The emails were written and sent; all the handmade recycled furniture was for sale on a local forum, selling eventually for a fair bit of money, enough for Charlie to buy himself some new games for his handheld console for the interminable flights back to Heathrow. That safe zone of his contained by games, the kept world of rules and escape. It had got him through, though, whatever the screen naysayers had said. And it would again.

They sold the shack to a Japanese artist, who liked the isolation, liked that the nearest other humans were miles away. She craved the cramped humanity of London, felt the closed dirty air of pollution in her lungs already.

As the airplane left the island and pointed them up, up, away, pointed its thin metal nose towards their home, the other side of the world, that place she had left over his decade ago, leaving bright-eyed, tail bushy, young and hopeful wed to this tall, muscled man from the other side of the world, she left him again, finally, moved away from his bones washing into the ocean, his brain that had become sand, the tattoo on his skin that had now faded into nothing, the plane pointing her back home from where she came.

They became airborne, borne into the air, the airplane stopping its reach higher and higher. The seatbelt light pinged off, the cabin staff walking the aisles, beginning the endless rounds of refreshment and service.

They put the screen on and began to watch a new cartoon, about a single mum and her young son who lived in a futuristic city. Back in the day – before her son was born – the mum had been a superwoman, a superhero, with KAPOW! powers that defeated evil, for the power of the good. Not so much now, her former super powers kept hidden, as well as the paternity of her son. Her existence was humdrum.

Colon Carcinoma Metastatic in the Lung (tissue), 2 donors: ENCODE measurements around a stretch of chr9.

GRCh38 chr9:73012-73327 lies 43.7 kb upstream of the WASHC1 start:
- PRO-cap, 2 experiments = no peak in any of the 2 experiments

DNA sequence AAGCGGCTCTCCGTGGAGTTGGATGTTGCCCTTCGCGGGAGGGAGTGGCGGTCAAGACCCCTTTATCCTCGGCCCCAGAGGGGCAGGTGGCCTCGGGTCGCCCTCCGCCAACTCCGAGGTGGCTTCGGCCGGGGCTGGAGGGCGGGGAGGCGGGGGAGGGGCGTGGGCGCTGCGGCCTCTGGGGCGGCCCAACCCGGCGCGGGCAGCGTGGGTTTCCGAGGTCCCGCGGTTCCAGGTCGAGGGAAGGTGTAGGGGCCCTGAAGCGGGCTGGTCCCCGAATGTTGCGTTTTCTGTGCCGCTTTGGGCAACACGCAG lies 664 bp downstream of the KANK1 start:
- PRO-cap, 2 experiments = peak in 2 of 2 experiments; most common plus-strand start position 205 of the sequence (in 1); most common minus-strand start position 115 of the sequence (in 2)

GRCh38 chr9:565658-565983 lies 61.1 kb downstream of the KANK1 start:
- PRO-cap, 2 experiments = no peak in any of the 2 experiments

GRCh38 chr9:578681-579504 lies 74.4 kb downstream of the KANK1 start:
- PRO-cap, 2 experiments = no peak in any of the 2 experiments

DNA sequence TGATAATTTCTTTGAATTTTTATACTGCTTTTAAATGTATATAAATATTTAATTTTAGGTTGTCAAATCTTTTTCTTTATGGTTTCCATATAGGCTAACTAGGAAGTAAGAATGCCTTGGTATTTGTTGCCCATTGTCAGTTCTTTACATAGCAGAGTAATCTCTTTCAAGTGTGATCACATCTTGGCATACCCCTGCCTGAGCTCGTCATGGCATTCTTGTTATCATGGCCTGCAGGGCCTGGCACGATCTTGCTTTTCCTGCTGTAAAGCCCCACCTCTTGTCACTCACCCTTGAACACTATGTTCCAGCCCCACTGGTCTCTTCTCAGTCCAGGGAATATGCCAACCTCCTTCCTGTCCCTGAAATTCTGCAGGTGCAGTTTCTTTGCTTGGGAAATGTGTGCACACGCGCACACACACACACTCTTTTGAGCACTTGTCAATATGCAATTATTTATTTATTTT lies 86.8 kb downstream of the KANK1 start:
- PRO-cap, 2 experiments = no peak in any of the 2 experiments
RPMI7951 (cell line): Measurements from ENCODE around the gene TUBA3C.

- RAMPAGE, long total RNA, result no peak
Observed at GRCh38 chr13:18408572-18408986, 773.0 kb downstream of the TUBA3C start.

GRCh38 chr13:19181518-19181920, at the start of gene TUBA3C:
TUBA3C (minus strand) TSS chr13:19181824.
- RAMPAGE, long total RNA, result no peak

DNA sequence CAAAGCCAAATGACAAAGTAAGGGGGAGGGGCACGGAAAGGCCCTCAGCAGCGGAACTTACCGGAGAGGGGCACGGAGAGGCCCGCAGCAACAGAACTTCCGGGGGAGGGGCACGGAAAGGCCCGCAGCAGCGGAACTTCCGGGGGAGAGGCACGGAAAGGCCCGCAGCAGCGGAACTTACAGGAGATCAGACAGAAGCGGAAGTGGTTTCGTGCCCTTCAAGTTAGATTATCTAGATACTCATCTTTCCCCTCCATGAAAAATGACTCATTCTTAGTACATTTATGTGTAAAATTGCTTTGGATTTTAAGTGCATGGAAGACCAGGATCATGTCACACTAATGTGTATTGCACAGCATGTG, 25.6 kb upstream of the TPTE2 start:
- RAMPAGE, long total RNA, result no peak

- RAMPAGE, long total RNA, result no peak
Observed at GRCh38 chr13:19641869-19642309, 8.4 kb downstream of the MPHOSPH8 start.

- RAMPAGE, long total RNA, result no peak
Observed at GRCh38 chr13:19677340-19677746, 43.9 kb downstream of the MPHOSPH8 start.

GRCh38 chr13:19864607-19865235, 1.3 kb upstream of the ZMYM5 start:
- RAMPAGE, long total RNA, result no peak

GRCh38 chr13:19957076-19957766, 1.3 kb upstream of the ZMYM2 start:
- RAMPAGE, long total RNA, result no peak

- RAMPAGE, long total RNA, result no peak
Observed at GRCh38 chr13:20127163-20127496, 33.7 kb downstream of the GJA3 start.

They lived a happy enough life, with no father and not much money at all, in a small and ramshackle apartment but an apartment which was nevertheless a home.

But when a killer robot descended upon the town threatening the destruction of the planet, of humanity and life itself, the mum’s former superhero skills kicked back in and she revealed to her son her true self, and the mum saved her young son’s life and then together the mum and son made an awesome team, formidable, tight and strong, and they ended up saving the whole world from an evil maverick scientist and his swarm of evil killer robots.

Once the baddies had been defeated and the sun had come out again, they retreated back to their modest home, and sat down to eat spaghetti together, the harmony of their world restored.

Charlie was asleep, his long legs curled up, his hand in her hair grasping the ends.

From the small window she watched night come, the fade of dark above the clouds, the plane reaching through stars and planets and galaxies, taking them through worlds and lives and dreams, all the way home.


About Jess Gulliver

Originally from Newcastle upon Tyne, I have lived in London for many a year now, with a brief stint in New Zealand, and a briefer stint on an island off an island in the Pacific Ocean. I work in publishing, and I raise a teenage son, solo.

Originally from Newcastle upon Tyne, I have lived in London for many a year now, with a brief stint in New Zealand, and a briefer stint on an island off an island in the Pacific Ocean. I work in publishing, and I raise a teenage son, solo.

One comment

  1. Mandira Pattnaik Mandira says:

    I connected with the story very much, although I am from a functional family ( to adopt the writer’s nomenclature )on the other side of the globe. The hope against hope and promise of resurrection against all odds was very inspirational.